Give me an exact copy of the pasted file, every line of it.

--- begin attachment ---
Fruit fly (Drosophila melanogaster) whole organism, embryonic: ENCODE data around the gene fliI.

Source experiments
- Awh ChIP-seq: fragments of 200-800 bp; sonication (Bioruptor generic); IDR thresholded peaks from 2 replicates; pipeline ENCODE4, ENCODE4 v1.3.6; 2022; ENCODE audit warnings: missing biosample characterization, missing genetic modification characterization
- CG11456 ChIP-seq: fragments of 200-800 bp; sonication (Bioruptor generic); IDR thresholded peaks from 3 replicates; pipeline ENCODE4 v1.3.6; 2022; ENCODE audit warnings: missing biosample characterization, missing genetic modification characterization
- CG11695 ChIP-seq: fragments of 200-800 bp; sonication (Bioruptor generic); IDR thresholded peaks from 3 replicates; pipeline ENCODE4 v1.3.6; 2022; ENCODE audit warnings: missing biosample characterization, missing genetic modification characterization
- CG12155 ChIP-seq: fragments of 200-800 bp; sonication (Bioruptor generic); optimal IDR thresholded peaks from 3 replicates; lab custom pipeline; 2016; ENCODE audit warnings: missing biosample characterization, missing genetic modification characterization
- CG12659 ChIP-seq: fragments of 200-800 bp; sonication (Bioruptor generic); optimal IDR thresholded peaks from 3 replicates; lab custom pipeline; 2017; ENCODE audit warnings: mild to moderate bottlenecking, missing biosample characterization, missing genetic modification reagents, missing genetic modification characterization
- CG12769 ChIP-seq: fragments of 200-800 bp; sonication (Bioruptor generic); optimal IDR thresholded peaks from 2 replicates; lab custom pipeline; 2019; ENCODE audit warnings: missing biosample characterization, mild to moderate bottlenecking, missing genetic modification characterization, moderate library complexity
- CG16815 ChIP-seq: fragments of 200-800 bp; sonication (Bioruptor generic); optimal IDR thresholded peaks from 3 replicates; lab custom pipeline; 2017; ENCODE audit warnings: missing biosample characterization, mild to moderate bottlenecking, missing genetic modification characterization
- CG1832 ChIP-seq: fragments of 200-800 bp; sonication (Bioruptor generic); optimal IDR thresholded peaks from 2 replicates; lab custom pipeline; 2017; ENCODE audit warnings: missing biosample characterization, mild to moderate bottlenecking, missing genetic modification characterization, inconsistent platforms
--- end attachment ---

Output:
Fruit fly (Drosophila melanogaster) whole organism, embryonic: ENCODE data around the gene fliI.

Source experiments
- Awh ChIP-seq: fragments of 200-800 bp; sonication (Bioruptor generic); IDR thresholded peaks from 2 replicates; pipeline ENCODE4, ENCODE4 v1.3.6; 2022; ENCODE audit warnings: missing biosample characterization, missing genetic modification characterization
- CG11456 ChIP-seq: fragments of 200-800 bp; sonication (Bioruptor generic); IDR thresholded peaks from 3 replicates; pipeline ENCODE4 v1.3.6; 2022; ENCODE audit warnings: missing biosample characterization, missing genetic modification characterization
- CG11695 ChIP-seq: fragments of 200-800 bp; sonication (Bioruptor generic); IDR thresholded peaks from 3 replicates; pipeline ENCODE4 v1.3.6; 2022; ENCODE audit warnings: missing biosample characterization, missing genetic modification characterization
- CG12155 ChIP-seq: fragments of 200-800 bp; sonication (Bioruptor generic); optimal IDR thresholded peaks from 3 replicates; lab custom pipeline; 2016; ENCODE audit warnings: missing biosample characterization, missing genetic modification characterization
- CG12659 ChIP-seq: fragments of 200-800 bp; sonication (Bioruptor generic); optimal IDR thresholded peaks from 3 replicates; lab custom pipeline; 2017; ENCODE audit warnings: mild to moderate bottlenecking, missing biosample characterization, missing genetic modification reagents, missing genetic modification characterization
- CG12769 ChIP-seq: fragments of 200-800 bp; sonication (Bioruptor generic); optimal IDR thresholded peaks from 2 replicates; lab custom pipeline; 2019; ENCODE audit warnings: missing biosample characterization, mild to moderate bottlenecking, missing genetic modification characterization, moderate library complexity
- CG16815 ChIP-seq: fragments of 200-800 bp; sonication (Bioruptor generic); optimal IDR thresholded peaks from 3 replicates; lab custom pipeline; 2017; ENCODE audit warnings: missing biosample characterization, mild to moderate bottlenecking, missing genetic modification characterization
- CG1832 ChIP-seq: fragments of 200-800 bp; sonication (Bioruptor generic); optimal IDR thresholded peaks from 2 replicates; lab custom pipeline; 2017; ENCODE audit warnings: missing biosample characterization, mild to moderate bottlenecking, missing genetic modification characterization, inconsistent platforms